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Nova vs. North Carolina Pregame Analysis

All America Tyler Hansbrough

All America Tyler Hansbrough

In another VUHoops exclusive, Coach Jay Wright offered us a quick glance at his NCAA Tournament "To Do" list before boarding the team bus for Detroit. While the Coach has been busy knocking items off his list, there is still a bit of business unfinished for his Wildcats:

ý Get past the dangerous opening round against American

ý Avenge loss to UCLA in the 1971 NCAA Finals

ý Beat Duke for the first time since 1958

ý Replicate January 28 signature win over Pitt

¨ Avenge 67-66 loss to North Carolina in the Sweet 16 Round of the 2005 NCAAs on the controversial traveling call against Allan Ray.

¨ Replicate the 1995 regular season humiliation of #1 Connecticut behind 37 points by Kerry Kittles

As the #1 seed in the South, North Carolina has had a fairly easy road to the Final Four, beating #16 Radford (+43), #8 LSU (+14), #4 Gonzaga (+21), and #2 Oklahoma (+12). Nova has had more of an uphill battle, playing the role of the underdog in its last two games against #2 Duke (+23) and #1 Pitt (+2). All of the experts pick North Carolina to win, but with the way we have played in this tournament, North Carolina certainly should not looking past Nova, a veteran team that is playing a hard-nosed fearless brand of Big East basketball. They are a team on a mission that does not end until Monday night.

Here are the individual match-ups:

Center: Dante Cunningham (6’8”, 230 lb. SR) vs. F - Tyler Hansbrough (6’9”, 250 lbs, SR),
Hansbrough’s Stats: PPG 20.9, APG 1, FG% 52%, 3P% 45%, RPG 8.1, BPG 0.4, SPG 1.2

Hansbrough, AP First Team All America, is very strong and uses his strength to create space and draw contact on the block. He is a fundamentally sound hustle player with a well developed post game and plays effectively with his back to the basket. There may be no player in the country better at finishing with contact. His post play generates a tremendous number of trips to the foul line, where he shoots 87%. Hansbrough does force the issue sometimes, attempting poor shots rather than kicking to an open teammate. This tends to happen against bigger or more athletic frontcourts. His jump shot, though awkward, has proven to be relatively effective if he is given room to get it off. Hansbrough still struggles, though, with his ball handling skills. He can only attack the basket in a straight line.  Hansbrough’s hard-nosed style of play translates well to the defensive side of the ball. He is tough to back down and rarely leaves his feet on ball fakes. He is an excellent rebounder who relies on tenacity and positioning rather than jumping ability. However, he struggles to stay in front of more athletic big men.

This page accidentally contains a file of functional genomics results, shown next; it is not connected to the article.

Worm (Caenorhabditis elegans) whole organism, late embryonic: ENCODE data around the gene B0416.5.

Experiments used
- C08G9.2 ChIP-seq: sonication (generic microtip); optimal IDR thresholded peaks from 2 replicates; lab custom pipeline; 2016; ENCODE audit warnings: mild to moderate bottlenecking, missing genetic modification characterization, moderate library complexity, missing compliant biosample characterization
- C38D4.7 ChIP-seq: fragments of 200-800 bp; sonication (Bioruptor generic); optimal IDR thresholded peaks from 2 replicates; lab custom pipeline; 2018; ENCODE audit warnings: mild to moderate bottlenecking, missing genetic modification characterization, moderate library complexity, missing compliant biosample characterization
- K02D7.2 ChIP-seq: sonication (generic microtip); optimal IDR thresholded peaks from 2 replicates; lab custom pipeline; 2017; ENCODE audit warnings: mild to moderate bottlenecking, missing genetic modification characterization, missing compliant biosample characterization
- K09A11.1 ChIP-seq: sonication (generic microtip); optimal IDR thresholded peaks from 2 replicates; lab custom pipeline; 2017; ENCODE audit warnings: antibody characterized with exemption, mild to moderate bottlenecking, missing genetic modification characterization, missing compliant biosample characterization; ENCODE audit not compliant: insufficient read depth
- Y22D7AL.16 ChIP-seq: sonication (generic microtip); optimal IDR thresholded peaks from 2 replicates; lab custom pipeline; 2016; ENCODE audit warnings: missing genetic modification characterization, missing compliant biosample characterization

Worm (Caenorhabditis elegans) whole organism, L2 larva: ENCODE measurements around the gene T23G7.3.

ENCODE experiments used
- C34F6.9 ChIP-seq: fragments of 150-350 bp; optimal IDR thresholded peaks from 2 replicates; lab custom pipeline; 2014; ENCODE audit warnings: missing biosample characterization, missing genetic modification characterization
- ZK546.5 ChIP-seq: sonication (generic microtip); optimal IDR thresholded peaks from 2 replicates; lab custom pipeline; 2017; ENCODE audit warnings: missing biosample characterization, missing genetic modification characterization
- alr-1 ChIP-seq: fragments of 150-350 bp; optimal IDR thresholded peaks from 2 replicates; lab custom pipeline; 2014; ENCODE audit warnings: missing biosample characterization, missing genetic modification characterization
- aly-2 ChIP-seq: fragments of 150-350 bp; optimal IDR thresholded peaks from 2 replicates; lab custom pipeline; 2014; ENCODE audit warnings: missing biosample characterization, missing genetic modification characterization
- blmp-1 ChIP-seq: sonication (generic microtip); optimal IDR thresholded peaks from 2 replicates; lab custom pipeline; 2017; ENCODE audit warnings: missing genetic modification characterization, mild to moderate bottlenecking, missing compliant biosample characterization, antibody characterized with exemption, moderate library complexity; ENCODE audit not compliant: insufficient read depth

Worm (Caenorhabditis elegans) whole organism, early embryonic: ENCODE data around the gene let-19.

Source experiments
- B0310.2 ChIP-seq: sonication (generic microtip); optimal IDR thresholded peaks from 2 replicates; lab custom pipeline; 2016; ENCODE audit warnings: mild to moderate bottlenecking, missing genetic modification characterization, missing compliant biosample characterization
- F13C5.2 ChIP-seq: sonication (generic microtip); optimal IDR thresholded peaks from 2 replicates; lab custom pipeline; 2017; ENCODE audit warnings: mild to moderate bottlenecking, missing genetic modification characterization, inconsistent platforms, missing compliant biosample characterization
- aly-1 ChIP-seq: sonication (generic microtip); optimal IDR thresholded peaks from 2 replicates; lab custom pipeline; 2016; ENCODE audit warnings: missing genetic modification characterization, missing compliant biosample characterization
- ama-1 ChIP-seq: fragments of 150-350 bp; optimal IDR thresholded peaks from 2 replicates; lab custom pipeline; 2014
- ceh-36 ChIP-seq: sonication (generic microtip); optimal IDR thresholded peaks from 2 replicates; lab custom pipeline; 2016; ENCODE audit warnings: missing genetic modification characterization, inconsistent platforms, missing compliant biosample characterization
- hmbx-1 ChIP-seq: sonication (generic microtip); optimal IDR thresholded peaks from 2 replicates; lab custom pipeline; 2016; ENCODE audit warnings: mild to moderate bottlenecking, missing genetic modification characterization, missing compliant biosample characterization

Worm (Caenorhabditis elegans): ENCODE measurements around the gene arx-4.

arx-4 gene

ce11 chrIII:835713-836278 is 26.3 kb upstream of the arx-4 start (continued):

Point Guard: Scottie Reynolds (6’2”, 195 lbs, JR) vs. - Ty Lawson (5’11”, 195 lbs, JR),
Lawson’s stats: PPG 16.3, APG 6.5, FG% 55%, 3P% 49%, RPG 2.8, BPG 0.2, SPG 2.0

Lawson, AP Second Team All America is clearly one of the best point guards in the country. On the offensive end, Lawson is playing the best basketball of his career, and his improved his three-point shooting, hitting 49%. However, his mid-range game is still highly suspect, attempting very few shots from inside the arc that aren’t lay-ups and showing little effectiveness with pull-up shots or floaters. Attacking the basket, he makes excellent use of hesitation and in-and-out dribbles in combination with his footwork and body control, getting into the lane with ease. Lawson has been exceptional as a floor general, with 6.5 assists per game and a 4.87 assist to turnover ratio. He has great court vision and is able to find open shooters and cutters across the court, while taking advantage of the respect opponents give him on drives, making a lot of quick drive-and-kicks. Defensively, Lawson is a huge disruptive force on the weak-side (2.0 steals per game), and capable of being a highly effective man-to-man defender.  However, his size is a disadvantage defensively.

Shooting Guard: Reggie Redding (6’5”, 205 lbs, JR) vs. Wayne Ellington (6’4”, 200 lbs, JR),

Ellington’s stats: PPG 15.6., APG 2.7, FG% 48%, 3P% 40%, RPG 4.8, BPG 0.2, SPG 1.0